Wisdom is the raidant light of the gnosis
The original usage of the term of wisdom by the early Arabs is “taken from the piece of metal which is used in the mouth of the horse for the purpose of subduing him and to have a firm control over his movement and ultimately commanding him to our desired direction or purpose”(1). This follows that wisdom is the tool by which we could have a better control of our actions and ultimately we could envision the best course of action in achieving our goals. This is the simple definition of wisdom in respect to our actions.
Certainly wisdom has various facets and levels of metaphysical definitions but I will not go into details of such definitions at least in this short post.
I have chosen a wonderful tradition to define wisdom:
“The wisdom-al-hikma, is the radiant light of the gnosis-alma’rifa and the balance of piety-ta’qwa, and the fruit of truthfulness-al sid’qq. And if you ask what is the best among Allah’s blessings which He bestows upon His servant, to be the most coherent, the highest, the most fulfilling and the most beautiful; then I would have to say “Wisdom”; as Allah SW has said in 2:269 (He gives wisdom unto whom He wishes, and he unto whom wisdom is granted, he truly has received abundant good. But none remember except men of understanding.) “(2)
There are three beautiful characteristics to wisdom, according to this tradition mentioned above. They define the essence of man’s quest for higher principles in this corporeal life. And they remind us that the true knowledge of man is emanated from the universal values vested within and not from his limited boundaries of existence.
In brief, here are the three characteristic of wisdom according to the above tradition:
1- Wisdom is the radiant light of the acquired knowledge:
The first characteristic of wisdom is being the radiant light of the acquired knowledge, as mentioned above, this follows that any acquired knowledge by man without being guided by wisdom is blind knowledge and will not serve humanity in its quest for salvation and prosperity. Wisdom is the beacon of light to guide the pursued knowledge into higher dimensions, because wisdom is the essence of true knowledge. Knowledge without wisdom are chaotic intellectual efforts which may create a false reality to the self making it believe that such engagements are to be intellectually meritorious efforts and to be beneficial knowledge. Because this type of unreal knowledge orbit around the false egoistic projection of the nafs-soul, and thus such knowledge remain captive of the inner vices of the self and consequently devoid the soul from the universal aspirations and interests of humanity.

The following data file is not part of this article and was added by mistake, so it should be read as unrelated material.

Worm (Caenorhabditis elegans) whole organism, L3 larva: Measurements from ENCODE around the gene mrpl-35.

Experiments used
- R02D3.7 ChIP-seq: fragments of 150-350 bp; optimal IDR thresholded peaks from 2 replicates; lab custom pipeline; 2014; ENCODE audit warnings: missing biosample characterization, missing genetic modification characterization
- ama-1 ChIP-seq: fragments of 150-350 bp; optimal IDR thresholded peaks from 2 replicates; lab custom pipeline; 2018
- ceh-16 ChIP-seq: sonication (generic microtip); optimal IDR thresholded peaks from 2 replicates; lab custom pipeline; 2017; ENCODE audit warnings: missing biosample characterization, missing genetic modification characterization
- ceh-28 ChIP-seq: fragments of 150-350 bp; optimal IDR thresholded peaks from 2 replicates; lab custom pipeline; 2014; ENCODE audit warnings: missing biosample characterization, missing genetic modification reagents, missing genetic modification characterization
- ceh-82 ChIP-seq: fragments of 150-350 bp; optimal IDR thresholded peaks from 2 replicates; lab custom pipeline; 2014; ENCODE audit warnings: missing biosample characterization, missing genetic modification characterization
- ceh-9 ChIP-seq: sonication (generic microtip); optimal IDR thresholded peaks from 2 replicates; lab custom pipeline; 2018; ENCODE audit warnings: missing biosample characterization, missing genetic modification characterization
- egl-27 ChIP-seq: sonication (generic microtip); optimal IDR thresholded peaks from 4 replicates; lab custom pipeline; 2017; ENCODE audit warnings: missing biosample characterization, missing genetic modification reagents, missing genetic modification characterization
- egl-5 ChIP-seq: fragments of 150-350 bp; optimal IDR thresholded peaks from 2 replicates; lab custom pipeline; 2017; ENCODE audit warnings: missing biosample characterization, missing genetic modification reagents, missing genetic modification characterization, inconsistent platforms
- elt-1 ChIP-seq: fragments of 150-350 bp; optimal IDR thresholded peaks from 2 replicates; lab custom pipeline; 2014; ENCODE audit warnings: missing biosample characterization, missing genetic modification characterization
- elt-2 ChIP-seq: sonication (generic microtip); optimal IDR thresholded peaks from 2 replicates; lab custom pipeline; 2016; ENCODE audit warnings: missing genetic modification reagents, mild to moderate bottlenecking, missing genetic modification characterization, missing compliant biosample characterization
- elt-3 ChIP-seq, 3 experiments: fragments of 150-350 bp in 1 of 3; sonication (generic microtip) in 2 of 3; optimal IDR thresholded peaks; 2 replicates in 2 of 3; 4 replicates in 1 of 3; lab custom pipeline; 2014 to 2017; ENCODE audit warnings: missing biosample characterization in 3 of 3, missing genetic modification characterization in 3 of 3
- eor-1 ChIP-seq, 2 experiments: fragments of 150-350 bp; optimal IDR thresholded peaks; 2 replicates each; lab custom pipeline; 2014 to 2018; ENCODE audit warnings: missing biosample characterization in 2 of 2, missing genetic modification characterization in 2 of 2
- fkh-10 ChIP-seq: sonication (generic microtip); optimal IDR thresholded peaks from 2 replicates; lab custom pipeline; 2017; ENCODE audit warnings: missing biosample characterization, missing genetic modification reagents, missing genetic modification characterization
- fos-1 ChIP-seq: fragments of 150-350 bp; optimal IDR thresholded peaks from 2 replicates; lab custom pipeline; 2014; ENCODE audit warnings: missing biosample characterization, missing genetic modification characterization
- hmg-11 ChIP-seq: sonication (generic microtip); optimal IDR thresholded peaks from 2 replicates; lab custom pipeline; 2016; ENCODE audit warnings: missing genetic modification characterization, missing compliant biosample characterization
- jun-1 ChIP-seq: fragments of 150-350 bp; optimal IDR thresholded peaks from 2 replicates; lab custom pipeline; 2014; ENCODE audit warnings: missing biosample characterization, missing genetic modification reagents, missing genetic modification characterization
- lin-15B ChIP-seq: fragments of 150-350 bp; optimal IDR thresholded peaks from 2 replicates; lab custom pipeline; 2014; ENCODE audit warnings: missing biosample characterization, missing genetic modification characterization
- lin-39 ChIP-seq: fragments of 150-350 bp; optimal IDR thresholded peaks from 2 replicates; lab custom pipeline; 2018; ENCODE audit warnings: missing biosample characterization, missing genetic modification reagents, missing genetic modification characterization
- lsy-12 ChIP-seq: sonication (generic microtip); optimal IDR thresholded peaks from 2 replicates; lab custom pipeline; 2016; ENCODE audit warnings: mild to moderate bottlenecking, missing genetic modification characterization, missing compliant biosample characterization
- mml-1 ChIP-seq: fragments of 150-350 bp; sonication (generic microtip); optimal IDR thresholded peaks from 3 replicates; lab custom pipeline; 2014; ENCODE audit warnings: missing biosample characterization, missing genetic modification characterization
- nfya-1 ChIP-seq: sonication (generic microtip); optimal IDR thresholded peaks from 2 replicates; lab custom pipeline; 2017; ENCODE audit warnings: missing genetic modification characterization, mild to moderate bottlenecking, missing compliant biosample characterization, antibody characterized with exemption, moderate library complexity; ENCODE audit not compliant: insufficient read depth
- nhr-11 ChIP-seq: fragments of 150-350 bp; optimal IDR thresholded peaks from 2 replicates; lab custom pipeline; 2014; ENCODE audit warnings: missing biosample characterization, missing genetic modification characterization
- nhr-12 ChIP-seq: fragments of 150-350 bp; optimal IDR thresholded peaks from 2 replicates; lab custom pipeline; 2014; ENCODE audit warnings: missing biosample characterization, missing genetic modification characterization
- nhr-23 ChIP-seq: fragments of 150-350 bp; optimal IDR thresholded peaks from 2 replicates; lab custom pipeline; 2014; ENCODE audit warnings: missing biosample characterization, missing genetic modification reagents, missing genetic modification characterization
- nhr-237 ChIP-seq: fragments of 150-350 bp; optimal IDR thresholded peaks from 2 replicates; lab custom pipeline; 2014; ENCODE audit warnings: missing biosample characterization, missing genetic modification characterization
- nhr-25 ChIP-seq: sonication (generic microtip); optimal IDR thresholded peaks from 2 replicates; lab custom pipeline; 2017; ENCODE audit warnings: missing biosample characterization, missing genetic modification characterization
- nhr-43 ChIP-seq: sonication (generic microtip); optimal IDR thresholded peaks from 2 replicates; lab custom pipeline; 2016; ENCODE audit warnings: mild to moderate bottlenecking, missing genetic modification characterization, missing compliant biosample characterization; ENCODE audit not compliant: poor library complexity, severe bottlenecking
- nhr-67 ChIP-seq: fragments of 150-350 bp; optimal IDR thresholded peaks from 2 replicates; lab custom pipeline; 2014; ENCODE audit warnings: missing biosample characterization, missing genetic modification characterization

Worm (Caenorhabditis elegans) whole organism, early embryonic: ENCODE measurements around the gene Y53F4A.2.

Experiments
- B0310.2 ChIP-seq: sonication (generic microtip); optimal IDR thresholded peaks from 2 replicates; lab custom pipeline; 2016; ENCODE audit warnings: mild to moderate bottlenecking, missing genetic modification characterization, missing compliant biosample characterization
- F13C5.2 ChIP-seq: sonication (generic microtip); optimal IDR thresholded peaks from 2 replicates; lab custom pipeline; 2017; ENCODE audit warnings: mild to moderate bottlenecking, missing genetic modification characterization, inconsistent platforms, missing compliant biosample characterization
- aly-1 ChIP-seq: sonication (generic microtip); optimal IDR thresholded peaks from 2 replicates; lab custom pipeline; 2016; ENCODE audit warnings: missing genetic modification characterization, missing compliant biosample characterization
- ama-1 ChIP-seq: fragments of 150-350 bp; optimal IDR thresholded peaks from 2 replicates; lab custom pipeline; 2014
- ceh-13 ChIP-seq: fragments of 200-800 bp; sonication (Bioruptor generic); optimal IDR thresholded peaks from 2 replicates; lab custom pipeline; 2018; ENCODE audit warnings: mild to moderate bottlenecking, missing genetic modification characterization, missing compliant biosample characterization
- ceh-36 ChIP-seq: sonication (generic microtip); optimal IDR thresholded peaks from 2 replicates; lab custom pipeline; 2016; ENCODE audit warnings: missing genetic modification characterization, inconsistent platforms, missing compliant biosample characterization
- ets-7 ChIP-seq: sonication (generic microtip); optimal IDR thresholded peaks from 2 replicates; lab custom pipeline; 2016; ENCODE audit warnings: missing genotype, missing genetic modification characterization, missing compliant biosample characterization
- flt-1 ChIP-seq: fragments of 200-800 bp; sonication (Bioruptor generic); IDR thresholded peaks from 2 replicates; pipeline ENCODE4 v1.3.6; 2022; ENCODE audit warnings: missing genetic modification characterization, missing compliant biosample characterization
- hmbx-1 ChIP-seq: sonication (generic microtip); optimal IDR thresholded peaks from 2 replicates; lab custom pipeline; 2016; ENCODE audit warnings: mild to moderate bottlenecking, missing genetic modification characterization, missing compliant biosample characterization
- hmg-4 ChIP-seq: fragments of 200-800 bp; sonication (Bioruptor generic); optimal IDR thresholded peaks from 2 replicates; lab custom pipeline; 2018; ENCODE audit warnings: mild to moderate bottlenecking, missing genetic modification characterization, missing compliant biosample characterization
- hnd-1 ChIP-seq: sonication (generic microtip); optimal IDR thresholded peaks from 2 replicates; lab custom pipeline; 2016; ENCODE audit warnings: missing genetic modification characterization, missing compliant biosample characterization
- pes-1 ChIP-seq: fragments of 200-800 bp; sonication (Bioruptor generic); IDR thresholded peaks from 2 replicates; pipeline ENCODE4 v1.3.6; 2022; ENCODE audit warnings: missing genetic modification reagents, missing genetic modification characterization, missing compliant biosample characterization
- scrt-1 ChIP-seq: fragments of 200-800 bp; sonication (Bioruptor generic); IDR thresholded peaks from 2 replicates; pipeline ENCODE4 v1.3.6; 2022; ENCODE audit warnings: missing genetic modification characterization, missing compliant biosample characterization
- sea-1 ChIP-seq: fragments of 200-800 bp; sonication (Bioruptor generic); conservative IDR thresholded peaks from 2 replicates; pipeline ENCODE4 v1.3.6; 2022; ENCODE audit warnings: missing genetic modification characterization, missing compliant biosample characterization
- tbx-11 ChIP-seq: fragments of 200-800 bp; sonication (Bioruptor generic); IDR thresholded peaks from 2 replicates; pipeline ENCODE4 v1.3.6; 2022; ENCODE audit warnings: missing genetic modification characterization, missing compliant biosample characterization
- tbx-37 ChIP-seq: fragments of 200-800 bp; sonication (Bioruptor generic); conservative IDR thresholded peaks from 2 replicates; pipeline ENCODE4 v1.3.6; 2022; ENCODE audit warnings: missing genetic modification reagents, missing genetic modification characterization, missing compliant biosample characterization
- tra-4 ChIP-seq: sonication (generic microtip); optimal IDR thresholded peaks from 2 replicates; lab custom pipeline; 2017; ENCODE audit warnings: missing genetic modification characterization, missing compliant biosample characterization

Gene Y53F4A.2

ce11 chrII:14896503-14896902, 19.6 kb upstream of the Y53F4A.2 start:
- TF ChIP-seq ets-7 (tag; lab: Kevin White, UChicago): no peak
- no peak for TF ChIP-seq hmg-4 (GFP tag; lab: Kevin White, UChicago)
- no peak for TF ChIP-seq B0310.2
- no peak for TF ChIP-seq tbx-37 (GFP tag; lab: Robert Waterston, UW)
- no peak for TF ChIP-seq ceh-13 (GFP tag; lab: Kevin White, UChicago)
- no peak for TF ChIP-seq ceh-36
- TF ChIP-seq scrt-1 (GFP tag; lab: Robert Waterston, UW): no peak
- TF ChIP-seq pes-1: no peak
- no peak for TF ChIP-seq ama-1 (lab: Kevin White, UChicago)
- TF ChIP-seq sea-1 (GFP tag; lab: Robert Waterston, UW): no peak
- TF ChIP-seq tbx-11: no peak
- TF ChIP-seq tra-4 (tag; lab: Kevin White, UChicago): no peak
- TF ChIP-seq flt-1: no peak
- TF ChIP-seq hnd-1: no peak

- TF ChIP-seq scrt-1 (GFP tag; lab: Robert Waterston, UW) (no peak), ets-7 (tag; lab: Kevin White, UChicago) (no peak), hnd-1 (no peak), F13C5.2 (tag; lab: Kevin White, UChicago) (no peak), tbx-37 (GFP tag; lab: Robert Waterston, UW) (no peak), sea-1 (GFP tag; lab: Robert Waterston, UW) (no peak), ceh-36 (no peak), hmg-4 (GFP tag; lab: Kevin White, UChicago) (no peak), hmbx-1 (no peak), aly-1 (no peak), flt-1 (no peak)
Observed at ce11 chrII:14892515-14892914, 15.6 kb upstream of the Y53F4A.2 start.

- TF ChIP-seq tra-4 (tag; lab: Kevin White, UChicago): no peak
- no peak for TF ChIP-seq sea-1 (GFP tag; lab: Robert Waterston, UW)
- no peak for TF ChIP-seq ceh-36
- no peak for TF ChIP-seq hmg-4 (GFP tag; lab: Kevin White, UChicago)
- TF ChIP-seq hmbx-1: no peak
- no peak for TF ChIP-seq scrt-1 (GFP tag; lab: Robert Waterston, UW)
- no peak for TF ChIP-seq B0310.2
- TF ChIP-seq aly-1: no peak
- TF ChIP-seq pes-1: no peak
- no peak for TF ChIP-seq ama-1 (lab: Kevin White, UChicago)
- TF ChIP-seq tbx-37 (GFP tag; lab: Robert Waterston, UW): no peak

2- Wisdom is the balance of piety:
Being conscious of the universal Wisdom in the journey of life represents our level of consciousness of the “Absolute Being” and our essential relationship to the rest of God’s creations. So Wisdom will be a true representation of “the balance of piety-ta’qwa” , of man’s soul and it will truly reflect his universal inner reality. The more we acquire wisdom and make it the window of our soul through which we gaze into the manifested Glory of the Beloved-His vast creation, the more we are conscious of His omnipotence and Mercy.
3- Wisdom is the fruit of truthfulness:
Wisdom is true manifestation of the universal truth of the inner self. It reflects the true substance of man and his vision of life in respect to humanity. It brings an awareness, to the inner self, of the essential relationship among humanity. It enable the individual to see with his heart and to pierce through the various veils of this corporeal world and then it connect to the hidden divine reality that is the “Oneness” of existence. It will enable the soul to truly define the various definitions of universal values and put them into perspective. It will authenticate our actions and deeds towards others and thus Wisdom represents “the fruit of truthfulness” of the essence of man.
(1) Mutwwali Sh’arawi, a prominent Egyptian Muslim scholar 1911 – 1998, in his Quran commentary refers to the early usage of “hikma”.
(2) Narrated in Misbah Ashari’a -The lantern of the path, by Imam Jafar Al-Sadiq.
Posted on November 17, 2007, in Current Issues, Hadeeth, Islam, Islam Versus Muslims, Islamic mysticism, Islamic philosophy, Islamic thoughts, Islamic wisdom, Mysticism, Philosophy, Reflections, Sufism, Thoughts, Wisdom. Bookmark the permalink. 2 Comments.